Garages are roomy, so if you’re not using all that space, convert it into a living area. For example, large families might benefit from a hangout room somewhat isolated from the main area of the house, which will allow noisy kids to enjoy themselves without disturbing the rest of the household.
The difficulty of the task ahead depends on the current state of your garage. Some garages have nothing but a bare wood frame, meaning you must install heating, electric, insulation, drywall, flooring and other missing elements. In this case, just making the space livable will be expensive, never mind the cost of optional features, such as recessed lighting fixtures and wall-mounted televisions.
At the other end of the range, some garages already are fully insulated, drywalled and painted, meaning only minimal changes are necessary. Your remodeling project might require as few steps as routing heat to the room, adding flooring, designing an entryway and sealing off the exterior garage door with an insulated wall. If your remodeling budget can cover exterior renovations, consider removing the garage door entirely and installing large windows.
Regarding entryways, you have a few basic options. First, you can leave the door as is. The disadvantage is that the existing door might not be aesthetically pleasing. The advantage is interior garage doors often block sound well, which might be beneficial if you’re trying to create an isolated environment. Or, if you like the size of the existing doorway, you can remove the door frame and finish the opening with drywall or wood trim to create an open entryway. Another option is to remove the door frame and its surrounding walls entirely, creating an open transition between the rooms.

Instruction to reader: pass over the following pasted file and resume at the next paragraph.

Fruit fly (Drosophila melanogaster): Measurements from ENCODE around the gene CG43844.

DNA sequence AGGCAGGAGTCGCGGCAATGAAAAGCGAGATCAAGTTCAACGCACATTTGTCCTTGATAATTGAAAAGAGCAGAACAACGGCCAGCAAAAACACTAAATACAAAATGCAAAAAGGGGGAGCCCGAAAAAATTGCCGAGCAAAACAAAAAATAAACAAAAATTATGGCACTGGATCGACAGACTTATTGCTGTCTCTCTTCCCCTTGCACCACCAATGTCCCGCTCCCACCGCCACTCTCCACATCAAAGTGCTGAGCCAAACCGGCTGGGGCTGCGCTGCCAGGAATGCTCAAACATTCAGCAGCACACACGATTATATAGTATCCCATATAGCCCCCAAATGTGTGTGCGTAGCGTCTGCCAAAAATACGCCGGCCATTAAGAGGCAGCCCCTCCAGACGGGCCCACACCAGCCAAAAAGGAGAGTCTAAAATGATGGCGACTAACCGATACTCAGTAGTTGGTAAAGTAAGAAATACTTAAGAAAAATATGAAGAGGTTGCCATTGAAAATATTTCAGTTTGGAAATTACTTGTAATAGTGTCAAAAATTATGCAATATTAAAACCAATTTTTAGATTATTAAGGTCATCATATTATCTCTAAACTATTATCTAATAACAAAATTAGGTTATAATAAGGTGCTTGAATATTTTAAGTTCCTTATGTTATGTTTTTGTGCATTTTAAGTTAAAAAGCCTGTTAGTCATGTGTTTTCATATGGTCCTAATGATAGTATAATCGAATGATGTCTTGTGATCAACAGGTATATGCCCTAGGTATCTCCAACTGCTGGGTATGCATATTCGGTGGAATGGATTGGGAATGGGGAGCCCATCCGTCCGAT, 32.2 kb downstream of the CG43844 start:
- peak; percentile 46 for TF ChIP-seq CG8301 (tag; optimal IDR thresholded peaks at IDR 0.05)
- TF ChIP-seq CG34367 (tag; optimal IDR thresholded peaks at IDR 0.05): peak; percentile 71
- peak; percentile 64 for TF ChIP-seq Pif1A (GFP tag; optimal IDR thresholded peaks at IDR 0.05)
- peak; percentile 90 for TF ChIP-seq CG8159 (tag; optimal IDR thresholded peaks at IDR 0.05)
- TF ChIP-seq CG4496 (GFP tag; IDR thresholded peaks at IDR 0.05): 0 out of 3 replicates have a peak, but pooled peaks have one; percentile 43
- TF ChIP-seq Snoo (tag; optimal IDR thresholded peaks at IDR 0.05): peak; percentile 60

Features that enhance a hangout room include ceiling fans to maintain proper airflow, a consumer-level movie projector and screen, large sectional couches, stain-resistant carpet that can handle roughhousing, and large windows to let in natural light during the day.
Unless you have extensive experience in construction and are familiar with local building codes, hire a professional to perform the remodeling. Surface changes, such as adding drywall, might not seem difficult, but building codes vary and require careful attention to detail. For example, most fire codes require the installation of 5/8-inch drywall to inhibit fires in garages. Whether that restriction still holds for a remodeled garage depends on your local government. Also, you’ll likely need a building permit to convert a garage into a living area, which is something a professional contractor experienced with local regulations and building inspection procedures can help you secure.
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